By Heidi Zemach for Seward City News
Russ Maddox, a local, state, and national clean air and water advocate who works with Resurrection Bay Conservation Alliance, the Sierra Club and other conservation groups, recently joined with former Seward resident Father Michael Oleksa to represent Alaska on Capitol Hill in Washington, D.C. Father Oleksa is a much beloved Russian Orthodox Priest and Alaskan storyteller, a leader in the development of cross-cultural education in Alaska, and an esteemed student of Alaska Native languages and cultures who seeks to foster greater understanding across boundaries of race and culture.
The two were part of a diverse coalition of “Clean Air Ambassadors” selected from all 50 states to call the attention of their legislators and key national policy-makers to National Asthma Awareness Month, and specifically to call for the adoption of strong air pollution standards including greater protections from smog, coal ash, carbon and other dangerous air pollutants, and for the protection of the Clean Air Act.
The coalition included representatives of the National Association for the Advancement of Colored People (NAACP), the American Nurses Association, Earthjustice, the Hip Hop Caucus, the Labor Council for Latin American Advancement, the National Council for the Churches of Christ in the US, the National Latino Coalition on Climate Change, and Physicians for Social Responsibility.
“Our primary message to Congress and our delegation in particular was to quit blocking progress at EPA. The long awaited coal ash rule has been stalled by Congress for years allowing more innocent folks to be unnecessarily exposed to dangerous toxins,” Maddox said. “We also asked Congress to quit blocking Gina McCarthy’s nomination for EPA administrator. The gist is that many EPA rulemaking processes continue to be blocked by members of Congress, and as long as this gridlock prevails progress on clean air and water and carbon reductions will be stymied”.
Maddox said he felt honored to have been selected to represent Alaska in this arena next to a man with the stature and charisma of Father Oleksa, but also to be a part of such a diverse group of individuals. “I have had the pleasure of lobbying and working with the Gwich’n and faith-based organizations, and youth organizations in the past, but this was by far the most diverse coalition I ever had the honor of working with, and I do feel the administration heard our message loud and clear, and that they agreed.”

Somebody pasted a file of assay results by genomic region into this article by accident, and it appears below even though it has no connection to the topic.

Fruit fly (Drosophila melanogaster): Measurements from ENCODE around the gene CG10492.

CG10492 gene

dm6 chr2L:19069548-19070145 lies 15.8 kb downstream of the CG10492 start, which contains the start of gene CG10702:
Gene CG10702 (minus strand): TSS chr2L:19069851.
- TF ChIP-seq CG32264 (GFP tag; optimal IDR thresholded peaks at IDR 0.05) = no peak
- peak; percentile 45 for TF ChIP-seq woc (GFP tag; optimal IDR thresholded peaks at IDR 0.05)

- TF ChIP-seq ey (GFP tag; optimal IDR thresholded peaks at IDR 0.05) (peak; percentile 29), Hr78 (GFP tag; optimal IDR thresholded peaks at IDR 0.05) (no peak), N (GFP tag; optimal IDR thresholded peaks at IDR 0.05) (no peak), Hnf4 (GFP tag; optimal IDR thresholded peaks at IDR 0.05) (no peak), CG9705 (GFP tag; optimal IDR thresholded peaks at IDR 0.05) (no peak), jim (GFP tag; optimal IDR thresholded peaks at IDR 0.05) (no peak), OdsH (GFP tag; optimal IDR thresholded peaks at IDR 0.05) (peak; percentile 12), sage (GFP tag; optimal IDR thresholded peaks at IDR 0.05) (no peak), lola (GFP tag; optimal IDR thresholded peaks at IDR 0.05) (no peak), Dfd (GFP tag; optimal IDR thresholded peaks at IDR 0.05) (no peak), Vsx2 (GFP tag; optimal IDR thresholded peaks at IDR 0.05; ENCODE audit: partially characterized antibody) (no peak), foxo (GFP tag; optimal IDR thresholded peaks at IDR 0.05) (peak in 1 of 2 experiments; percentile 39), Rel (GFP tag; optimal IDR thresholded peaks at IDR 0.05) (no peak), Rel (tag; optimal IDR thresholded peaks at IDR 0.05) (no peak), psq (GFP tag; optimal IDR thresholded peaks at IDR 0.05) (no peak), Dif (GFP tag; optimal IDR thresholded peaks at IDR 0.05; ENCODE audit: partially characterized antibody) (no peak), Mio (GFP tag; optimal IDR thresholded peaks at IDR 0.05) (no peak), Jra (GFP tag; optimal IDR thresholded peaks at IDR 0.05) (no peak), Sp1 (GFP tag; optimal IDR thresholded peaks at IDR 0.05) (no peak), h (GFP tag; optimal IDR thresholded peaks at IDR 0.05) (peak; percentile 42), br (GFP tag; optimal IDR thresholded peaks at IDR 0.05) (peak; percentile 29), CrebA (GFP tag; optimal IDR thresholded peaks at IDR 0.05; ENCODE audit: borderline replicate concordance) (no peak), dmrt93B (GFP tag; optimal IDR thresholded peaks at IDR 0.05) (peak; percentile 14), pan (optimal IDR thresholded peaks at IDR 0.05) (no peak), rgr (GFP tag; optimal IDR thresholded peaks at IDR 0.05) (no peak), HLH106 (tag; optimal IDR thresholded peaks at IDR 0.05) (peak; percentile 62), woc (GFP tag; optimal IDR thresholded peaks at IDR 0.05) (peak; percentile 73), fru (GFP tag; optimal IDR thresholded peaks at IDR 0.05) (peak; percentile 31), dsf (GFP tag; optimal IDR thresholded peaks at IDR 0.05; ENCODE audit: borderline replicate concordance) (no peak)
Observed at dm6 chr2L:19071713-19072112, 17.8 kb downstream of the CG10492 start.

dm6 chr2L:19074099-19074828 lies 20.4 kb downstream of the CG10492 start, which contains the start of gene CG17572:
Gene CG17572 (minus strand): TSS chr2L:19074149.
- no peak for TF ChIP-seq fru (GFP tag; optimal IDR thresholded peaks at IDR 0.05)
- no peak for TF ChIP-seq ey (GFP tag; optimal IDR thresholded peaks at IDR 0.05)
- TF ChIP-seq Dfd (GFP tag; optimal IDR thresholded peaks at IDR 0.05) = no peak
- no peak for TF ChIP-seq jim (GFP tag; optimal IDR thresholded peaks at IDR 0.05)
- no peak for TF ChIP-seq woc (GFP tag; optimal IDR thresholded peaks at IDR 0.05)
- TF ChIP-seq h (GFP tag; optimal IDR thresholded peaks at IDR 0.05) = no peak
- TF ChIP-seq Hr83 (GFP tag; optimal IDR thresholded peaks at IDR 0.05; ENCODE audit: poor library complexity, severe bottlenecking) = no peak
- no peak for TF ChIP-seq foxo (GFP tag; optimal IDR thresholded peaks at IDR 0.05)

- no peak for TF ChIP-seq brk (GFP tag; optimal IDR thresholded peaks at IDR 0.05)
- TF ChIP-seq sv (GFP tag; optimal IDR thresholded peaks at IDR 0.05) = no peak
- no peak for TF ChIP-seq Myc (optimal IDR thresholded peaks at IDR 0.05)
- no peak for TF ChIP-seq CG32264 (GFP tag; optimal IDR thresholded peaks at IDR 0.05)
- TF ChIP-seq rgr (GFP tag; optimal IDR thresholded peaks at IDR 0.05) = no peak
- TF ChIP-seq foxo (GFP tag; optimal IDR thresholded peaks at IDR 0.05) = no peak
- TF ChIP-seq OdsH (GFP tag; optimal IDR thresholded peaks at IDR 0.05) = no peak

Personally, Maddox asked the EPA not to allow another provisional permit for the Aurora Energy coal- fired power plant in Fairbanks, which would allow them to continue to exceed emissions standards. He also asked that EPA not allow another five-year extension for the Fairbanks North Star Borough to reach attainment and comply with federal air quality standards. He is also urging the EPA Environmental Justice Department to review the State’s response to a large area with groundwater contaminated with sulfolane, affecting hundreds of residences near a refinery in North Pole.
Maddox met Nancy Sutley, Chair of the White House Council on Environmental Quality, Acting EPA Administrator Bob Perciasepe, Alaska Congressman Don Young, Senator Mark Begich’s environmental staffer Michael Johnson, EPA Solid Waste Director Mathy Stanislas, EPA Air and Radiation Director Gina McCarthy, EPA Director of Environmental Justice Lisa Garcia, Senator Maria Cantwell of Washington, and several Senate Energy and Resources Committee minority staffers.
Maddox has served in a volunteer capacity in many roles; as Advocacy Director for Resurrection Bay Conservation Alliance, as Fifth Officer of the Sierra Club Council of Club Leader’s Executive Committee, and most recently on the Statewide Advisory Board for Alaska Youth for Environmental Action.
While he may be a well-known, and respected advocate among state and national environmental communities for his advocacy on a variety of contamination and policy issues, Maddox has nevertheless remained a controversial public figure here in Seward. Many town leaders and business people did not appreciate the lawsuits he brought over regulatory requirements, nor their cost in terms of time and effort to fight them in court, and some believe he exaggerates industrial pollution issues in Seward, and brings negative public attention to them.